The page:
On Miracles: Martin Buber, 1878-1965

Martin Buber belongs to that group of modern Jewish thinkers (along with Rosenzweig and Heschel), who returned to an almost biblical conception of miracles, based upon the idea that the miracle is a "sign" of God's presence. Buber stresses that no miracle is contrary to nature. For Buber, both miracle and nature were part of revelation, and man's openness to that experience of revelation is what makes it miraculous. Buber approaches biblical miracles by asking "what human relation to real events this could have been... [which] grew into the written account we have read."[1] He maintains that modern-day man can experience the same miracle that biblical man experienced; man's attitude to particular events or people is the raw material out of which experiences that are miracles arise. For a person properly attuned, any event of meaning to him may be considered a miracle.

Moses at the Red Sea
Then Moses held out his arm over the sea and the LORD drove back the sea with a strong east wind all that night, and turned the sea into dry ground. The waters were split .[2]

The concept of miracle which is permissible from the historical approach can be defined at its starting point as an abiding astonishment. The philosophizing and the religious person both wonder at the phenomenon but the one neutralizes his wonder in ideal knowledge, while the other abides in that wonder; no knowledge, no cognition, can weaken his astonishment. Any causal explanation only deepens the wonder for him. The great turning points in religious history are based on the fact that again and ever again an individual and a group attached to him wonder and keep on wondering at a natural phenomenon, at a historical event, or at both together; always at something intervenes fatefully in the life of this individual and this group. They sense and experience it as a wonder. This, to be sure, is only the starting-point of the historical concept of wonder but it cannot be explained away.

Miracle is not something "supernatural" or "superhistorical," but an incident, an event which can be fully included in the objective, scientific nexus of nature and history; the vital meaning of which, however for the person to whom it occurs, destroys the security of the whole nexus of knowledge for him and explodes the fixity of the fields of experience named "Nature " and "History." Miracle is simply what happens; in so far as it meets people who are capable of receiving it, or prepared to receive it, as miracle. The extraordinary element favors this coming together, but it is not characteristic of it; the normal and ordinary call also undergo a transfiguration into miracle in the light of the suitable hour.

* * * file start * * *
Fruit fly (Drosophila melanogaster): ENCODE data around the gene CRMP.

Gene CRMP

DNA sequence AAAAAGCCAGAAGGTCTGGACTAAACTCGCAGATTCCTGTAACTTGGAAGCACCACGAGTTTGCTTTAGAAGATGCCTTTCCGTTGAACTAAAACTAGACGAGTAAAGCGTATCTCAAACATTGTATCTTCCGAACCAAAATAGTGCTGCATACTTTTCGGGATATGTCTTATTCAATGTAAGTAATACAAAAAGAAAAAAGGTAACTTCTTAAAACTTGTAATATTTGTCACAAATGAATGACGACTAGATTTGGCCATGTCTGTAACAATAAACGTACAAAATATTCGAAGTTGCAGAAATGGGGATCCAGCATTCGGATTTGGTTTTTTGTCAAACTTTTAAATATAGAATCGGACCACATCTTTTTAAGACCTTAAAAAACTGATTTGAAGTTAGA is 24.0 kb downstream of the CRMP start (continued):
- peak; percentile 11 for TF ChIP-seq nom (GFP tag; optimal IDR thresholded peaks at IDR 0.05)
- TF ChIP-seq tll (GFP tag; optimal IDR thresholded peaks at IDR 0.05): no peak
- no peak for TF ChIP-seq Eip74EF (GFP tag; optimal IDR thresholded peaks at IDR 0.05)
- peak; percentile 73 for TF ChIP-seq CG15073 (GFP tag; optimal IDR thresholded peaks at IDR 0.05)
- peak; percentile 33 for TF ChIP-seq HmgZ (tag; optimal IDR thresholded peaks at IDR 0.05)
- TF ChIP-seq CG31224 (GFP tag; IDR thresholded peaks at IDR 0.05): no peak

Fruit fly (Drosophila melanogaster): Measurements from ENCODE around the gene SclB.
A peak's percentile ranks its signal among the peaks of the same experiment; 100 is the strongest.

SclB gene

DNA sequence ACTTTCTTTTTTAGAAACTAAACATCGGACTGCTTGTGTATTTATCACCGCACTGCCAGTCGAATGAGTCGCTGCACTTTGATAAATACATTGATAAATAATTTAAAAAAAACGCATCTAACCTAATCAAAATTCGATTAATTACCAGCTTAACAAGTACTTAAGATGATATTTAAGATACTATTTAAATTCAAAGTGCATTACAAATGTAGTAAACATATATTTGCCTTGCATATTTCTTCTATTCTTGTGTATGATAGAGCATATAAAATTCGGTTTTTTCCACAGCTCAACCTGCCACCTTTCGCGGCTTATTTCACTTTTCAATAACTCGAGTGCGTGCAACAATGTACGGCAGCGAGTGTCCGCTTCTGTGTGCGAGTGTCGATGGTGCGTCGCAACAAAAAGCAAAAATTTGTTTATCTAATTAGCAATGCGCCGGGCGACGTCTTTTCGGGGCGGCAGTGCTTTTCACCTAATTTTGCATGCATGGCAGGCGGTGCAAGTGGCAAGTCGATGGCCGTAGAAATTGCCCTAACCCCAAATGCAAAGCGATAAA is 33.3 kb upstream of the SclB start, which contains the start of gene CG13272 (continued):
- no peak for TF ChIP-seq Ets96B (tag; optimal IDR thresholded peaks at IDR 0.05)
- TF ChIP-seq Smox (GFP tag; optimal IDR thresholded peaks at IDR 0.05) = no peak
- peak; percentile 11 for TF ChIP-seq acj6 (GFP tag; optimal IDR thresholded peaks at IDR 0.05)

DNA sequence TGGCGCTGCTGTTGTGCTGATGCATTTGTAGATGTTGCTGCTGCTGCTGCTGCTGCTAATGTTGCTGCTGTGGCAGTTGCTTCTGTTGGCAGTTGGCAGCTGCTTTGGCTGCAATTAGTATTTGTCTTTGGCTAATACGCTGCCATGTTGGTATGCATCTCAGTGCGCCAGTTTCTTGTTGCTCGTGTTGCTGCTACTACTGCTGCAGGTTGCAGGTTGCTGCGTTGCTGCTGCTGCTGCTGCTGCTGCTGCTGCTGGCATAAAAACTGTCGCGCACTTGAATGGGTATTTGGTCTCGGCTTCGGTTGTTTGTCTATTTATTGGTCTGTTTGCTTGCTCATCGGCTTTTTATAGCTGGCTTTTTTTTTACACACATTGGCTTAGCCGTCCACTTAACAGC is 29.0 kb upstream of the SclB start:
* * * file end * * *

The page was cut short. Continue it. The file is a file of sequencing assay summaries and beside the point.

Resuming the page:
The historical reality of Israel leaving Egypt cannot be grasped if the conception of the accompanying, preceding, guiding God is left out. This is the " God of the Fathers", with whom the tribes have now established contact. He has always been a God who wandered with his own and showed them the way. But now he has been revealed to them afresh through the secret of his name as the one who remains present with his own. He leads them by a way differing from the customary one of the caravans and armies. He has his own ideas of guidance, and those who follow him find welfare….

Following his leader; Moses comes to the shore, he steps on the sands that are barely covered by shallow water; and the hosts follow him as he follows the God. At this point occurs whatever occurs, and it is apprehended as a miracle. It is irrelevant whether "much" or "little," unusual things or usual, tremendous or trifling events happened; what is vital is only that what happened was experienced, while it happened, as the act of God. The people saw in whatever it was they saw "the great hand" and they "believed in YHVH'' or, more correctly translated, "they gave their trust to YHVH."


[1] Buber, Martin. Moses. (Amherst, NY: Prometheus Books, 1988) [back]
[2] Exodus 14:21 [back]

Barnes & Noble linkfrom: Martin Buber, Moses, (Amherst, NY: Humanity Books). Copyright 1988. Reprinted by permission of the publisher.




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